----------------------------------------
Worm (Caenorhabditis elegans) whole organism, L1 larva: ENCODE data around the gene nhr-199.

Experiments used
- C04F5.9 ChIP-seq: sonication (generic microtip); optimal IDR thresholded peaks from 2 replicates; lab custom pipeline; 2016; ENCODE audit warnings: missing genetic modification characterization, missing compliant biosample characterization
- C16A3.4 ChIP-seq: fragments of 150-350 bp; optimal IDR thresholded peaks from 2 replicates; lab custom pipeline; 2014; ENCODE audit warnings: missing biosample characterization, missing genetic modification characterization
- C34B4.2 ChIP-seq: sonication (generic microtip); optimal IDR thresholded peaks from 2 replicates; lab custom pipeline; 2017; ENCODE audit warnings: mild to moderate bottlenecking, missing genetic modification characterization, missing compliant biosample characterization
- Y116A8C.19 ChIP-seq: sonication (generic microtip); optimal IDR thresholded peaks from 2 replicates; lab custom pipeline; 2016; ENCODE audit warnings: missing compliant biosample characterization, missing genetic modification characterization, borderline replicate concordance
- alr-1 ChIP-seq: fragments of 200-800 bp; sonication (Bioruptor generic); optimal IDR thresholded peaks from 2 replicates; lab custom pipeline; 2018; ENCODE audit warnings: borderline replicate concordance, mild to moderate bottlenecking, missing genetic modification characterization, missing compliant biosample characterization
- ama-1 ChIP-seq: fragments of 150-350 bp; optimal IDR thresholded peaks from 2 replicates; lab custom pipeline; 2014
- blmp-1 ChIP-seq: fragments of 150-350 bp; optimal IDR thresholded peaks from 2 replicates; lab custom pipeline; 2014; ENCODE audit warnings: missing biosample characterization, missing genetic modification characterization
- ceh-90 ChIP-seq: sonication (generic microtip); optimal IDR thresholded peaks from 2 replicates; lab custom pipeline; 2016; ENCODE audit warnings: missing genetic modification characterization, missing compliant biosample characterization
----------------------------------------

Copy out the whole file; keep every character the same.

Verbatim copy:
Worm (Caenorhabditis elegans) whole organism, L1 larva: ENCODE data around the gene nhr-199.

Experiments used
- C04F5.9 ChIP-seq: sonication (generic microtip); optimal IDR thresholded peaks from 2 replicates; lab custom pipeline; 2016; ENCODE audit warnings: missing genetic modification characterization, missing compliant biosample characterization
- C16A3.4 ChIP-seq: fragments of 150-350 bp; optimal IDR thresholded peaks from 2 replicates; lab custom pipeline; 2014; ENCODE audit warnings: missing biosample characterization, missing genetic modification characterization
- C34B4.2 ChIP-seq: sonication (generic microtip); optimal IDR thresholded peaks from 2 replicates; lab custom pipeline; 2017; ENCODE audit warnings: mild to moderate bottlenecking, missing genetic modification characterization, missing compliant biosample characterization
- Y116A8C.19 ChIP-seq: sonication (generic microtip); optimal IDR thresholded peaks from 2 replicates; lab custom pipeline; 2016; ENCODE audit warnings: missing compliant biosample characterization, missing genetic modification characterization, borderline replicate concordance
- alr-1 ChIP-seq: fragments of 200-800 bp; sonication (Bioruptor generic); optimal IDR thresholded peaks from 2 replicates; lab custom pipeline; 2018; ENCODE audit warnings: borderline replicate concordance, mild to moderate bottlenecking, missing genetic modification characterization, missing compliant biosample characterization
- ama-1 ChIP-seq: fragments of 150-350 bp; optimal IDR thresholded peaks from 2 replicates; lab custom pipeline; 2014
- blmp-1 ChIP-seq: fragments of 150-350 bp; optimal IDR thresholded peaks from 2 replicates; lab custom pipeline; 2014; ENCODE audit warnings: missing biosample characterization, missing genetic modification characterization
- ceh-90 ChIP-seq: sonication (generic microtip); optimal IDR thresholded peaks from 2 replicates; lab custom pipeline; 2016; ENCODE audit warnings: missing genetic modification characterization, missing compliant biosample characterization